“Suicide is the natural death of the prostitute”
Albert Jackson Tirrell, 21, the son of a respectable family in Weymouth, Massachusetts, left his wife and two children in 1845 for Maria Ann Bickford, a stunningly beautiful woman who worked and lived in a Boston brothel where her customers were among the richest in the commonwealth.
Bickford didn’t give up her life of vice, much to Tirrell’s consternation. It became too much for him and late on October 1845, after her last client had left, Tirrell visited Bickford’s room and, using a razor, slit her throat from ear to ear, so brutally that her head was nearly severed from her body. He also started three fires in the brothel, which woke Joel Lawrence, the owner, who discovered the body of Bickford and informed the police. A bloody razor lay near her body and remnants of Tirrell’s clothing and his cane were left at the crime scene.
Boston, Massachusetts, USA
Monday 27 October 1845
Tirrell went on the run on 28 October. He had been seen entering the brothel by a number of witnesses and was regarded as the prime suspect. He was arrested on 6 December in New Orleans, Louisiana, and sent back to Boston for trial.
His parents hired Rufus Choate, a celebrated Boston lawyer. At the trial, which began on 26 March 1846, Choate said that witnesses had observed Tirrell enter but no one had actually seen him commit the murder. Choate added that Tirrell had no motive to kill Bickford and offered the jury two explanations for what happened.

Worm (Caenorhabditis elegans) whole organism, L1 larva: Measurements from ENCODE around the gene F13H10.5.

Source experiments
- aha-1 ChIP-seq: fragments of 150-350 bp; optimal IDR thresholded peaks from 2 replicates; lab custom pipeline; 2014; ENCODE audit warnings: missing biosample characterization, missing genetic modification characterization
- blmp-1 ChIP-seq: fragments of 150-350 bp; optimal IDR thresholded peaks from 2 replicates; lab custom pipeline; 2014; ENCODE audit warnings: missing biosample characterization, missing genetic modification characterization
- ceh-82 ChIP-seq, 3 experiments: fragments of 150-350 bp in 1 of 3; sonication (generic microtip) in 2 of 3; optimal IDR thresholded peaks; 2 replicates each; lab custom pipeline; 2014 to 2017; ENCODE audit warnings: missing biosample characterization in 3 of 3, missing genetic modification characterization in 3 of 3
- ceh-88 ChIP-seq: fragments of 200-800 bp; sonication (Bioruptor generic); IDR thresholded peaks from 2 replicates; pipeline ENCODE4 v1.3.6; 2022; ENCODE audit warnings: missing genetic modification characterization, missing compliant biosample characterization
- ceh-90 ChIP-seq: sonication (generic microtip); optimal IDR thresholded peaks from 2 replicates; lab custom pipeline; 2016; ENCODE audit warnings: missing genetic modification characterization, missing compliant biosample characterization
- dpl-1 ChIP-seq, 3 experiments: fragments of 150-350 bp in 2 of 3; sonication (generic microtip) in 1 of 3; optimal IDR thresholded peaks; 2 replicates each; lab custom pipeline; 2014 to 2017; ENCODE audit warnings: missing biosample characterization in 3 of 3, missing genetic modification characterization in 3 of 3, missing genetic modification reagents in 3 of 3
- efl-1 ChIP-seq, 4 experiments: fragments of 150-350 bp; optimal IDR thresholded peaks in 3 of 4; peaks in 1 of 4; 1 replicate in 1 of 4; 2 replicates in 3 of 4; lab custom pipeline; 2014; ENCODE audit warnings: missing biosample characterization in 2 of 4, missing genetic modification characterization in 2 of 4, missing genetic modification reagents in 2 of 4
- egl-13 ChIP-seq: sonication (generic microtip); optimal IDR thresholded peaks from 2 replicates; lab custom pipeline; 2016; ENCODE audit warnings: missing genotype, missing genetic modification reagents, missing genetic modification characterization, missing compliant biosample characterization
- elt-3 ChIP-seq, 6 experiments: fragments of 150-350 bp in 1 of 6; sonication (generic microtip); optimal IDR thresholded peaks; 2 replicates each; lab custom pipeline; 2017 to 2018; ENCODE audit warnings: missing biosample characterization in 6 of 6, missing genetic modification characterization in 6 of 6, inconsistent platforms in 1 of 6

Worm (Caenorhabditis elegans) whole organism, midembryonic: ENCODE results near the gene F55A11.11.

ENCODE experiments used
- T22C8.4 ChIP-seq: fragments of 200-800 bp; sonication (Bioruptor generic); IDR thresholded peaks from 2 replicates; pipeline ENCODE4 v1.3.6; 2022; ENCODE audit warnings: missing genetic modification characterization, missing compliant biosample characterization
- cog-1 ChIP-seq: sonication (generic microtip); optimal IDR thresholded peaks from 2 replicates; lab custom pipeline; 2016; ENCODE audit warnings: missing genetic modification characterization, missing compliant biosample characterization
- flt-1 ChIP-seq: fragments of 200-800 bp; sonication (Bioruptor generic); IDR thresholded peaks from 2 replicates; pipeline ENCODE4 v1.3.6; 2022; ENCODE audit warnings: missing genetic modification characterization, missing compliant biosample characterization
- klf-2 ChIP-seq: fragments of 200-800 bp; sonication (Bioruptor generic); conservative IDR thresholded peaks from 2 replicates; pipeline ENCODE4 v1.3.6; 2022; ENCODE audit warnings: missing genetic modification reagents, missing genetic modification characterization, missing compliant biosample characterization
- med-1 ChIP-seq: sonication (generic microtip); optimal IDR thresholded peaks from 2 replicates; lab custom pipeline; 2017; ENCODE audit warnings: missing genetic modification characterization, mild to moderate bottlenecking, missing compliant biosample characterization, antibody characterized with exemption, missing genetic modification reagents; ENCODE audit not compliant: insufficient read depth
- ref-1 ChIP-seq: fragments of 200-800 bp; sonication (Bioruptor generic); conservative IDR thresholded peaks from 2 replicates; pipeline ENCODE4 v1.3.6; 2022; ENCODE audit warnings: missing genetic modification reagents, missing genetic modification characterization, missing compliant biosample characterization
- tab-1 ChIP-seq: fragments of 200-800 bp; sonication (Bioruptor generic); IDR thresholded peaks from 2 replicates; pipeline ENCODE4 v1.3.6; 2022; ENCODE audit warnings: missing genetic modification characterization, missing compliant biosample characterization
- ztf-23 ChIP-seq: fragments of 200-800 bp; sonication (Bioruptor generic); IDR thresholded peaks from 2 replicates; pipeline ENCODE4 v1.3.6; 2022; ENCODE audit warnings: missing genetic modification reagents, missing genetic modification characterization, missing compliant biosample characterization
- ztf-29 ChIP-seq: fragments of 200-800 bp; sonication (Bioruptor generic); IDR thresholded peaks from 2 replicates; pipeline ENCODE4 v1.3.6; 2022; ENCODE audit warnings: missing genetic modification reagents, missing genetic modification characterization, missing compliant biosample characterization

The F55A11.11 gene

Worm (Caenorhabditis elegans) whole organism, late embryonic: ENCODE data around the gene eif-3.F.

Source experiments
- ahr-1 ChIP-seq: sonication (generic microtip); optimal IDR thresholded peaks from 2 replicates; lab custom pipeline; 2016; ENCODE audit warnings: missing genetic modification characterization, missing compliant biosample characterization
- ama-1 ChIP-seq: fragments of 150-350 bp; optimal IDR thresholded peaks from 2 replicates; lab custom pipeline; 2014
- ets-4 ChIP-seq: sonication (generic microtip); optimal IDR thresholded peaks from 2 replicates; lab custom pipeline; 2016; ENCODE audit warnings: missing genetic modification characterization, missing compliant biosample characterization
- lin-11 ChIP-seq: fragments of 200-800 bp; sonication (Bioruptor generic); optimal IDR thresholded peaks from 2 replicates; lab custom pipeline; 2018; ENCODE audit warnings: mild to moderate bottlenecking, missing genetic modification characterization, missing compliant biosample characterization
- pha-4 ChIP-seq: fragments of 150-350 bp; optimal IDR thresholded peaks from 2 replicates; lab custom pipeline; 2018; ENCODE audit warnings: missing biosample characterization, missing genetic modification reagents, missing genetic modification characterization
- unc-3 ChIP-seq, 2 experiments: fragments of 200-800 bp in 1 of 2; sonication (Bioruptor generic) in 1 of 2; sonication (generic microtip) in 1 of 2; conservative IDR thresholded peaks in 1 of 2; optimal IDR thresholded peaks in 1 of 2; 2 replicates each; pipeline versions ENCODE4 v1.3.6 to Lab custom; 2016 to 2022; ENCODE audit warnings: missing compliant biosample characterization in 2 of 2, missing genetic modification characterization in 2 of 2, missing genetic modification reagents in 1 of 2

His first supposition was that Bickford had committed suicide — “What proof is there that she did not rise from her bed, set fire to the house, and in the frenzy of the moment, with giant strength, let out the stream of life… Suicide is the natural death of the prostitute”. When the ferocity of the attack rendered this explanation impossible, Choate turned to his second line of defence.
Tirrell had a habit of sleepwalking and Choate claimed that Tirrell could have murdered Bickford while sleepwalking in a trance. At the time sleepwalking was a little understood condition. After less than two hours of deliberation, on 30 March 1846, the jury returned its verdict of not guilty. In January 1847 Choate used the same defence to have Tirrell acquitted of the charges of arson for setting fire to the brothel. These acquittals were the first in American history where sleepwalking was successfully used as a defence.
Tirrell demanded that Choate refund half his legal fees since Tirrell’s innocence had been so “obvious” in two trials. Choate refused.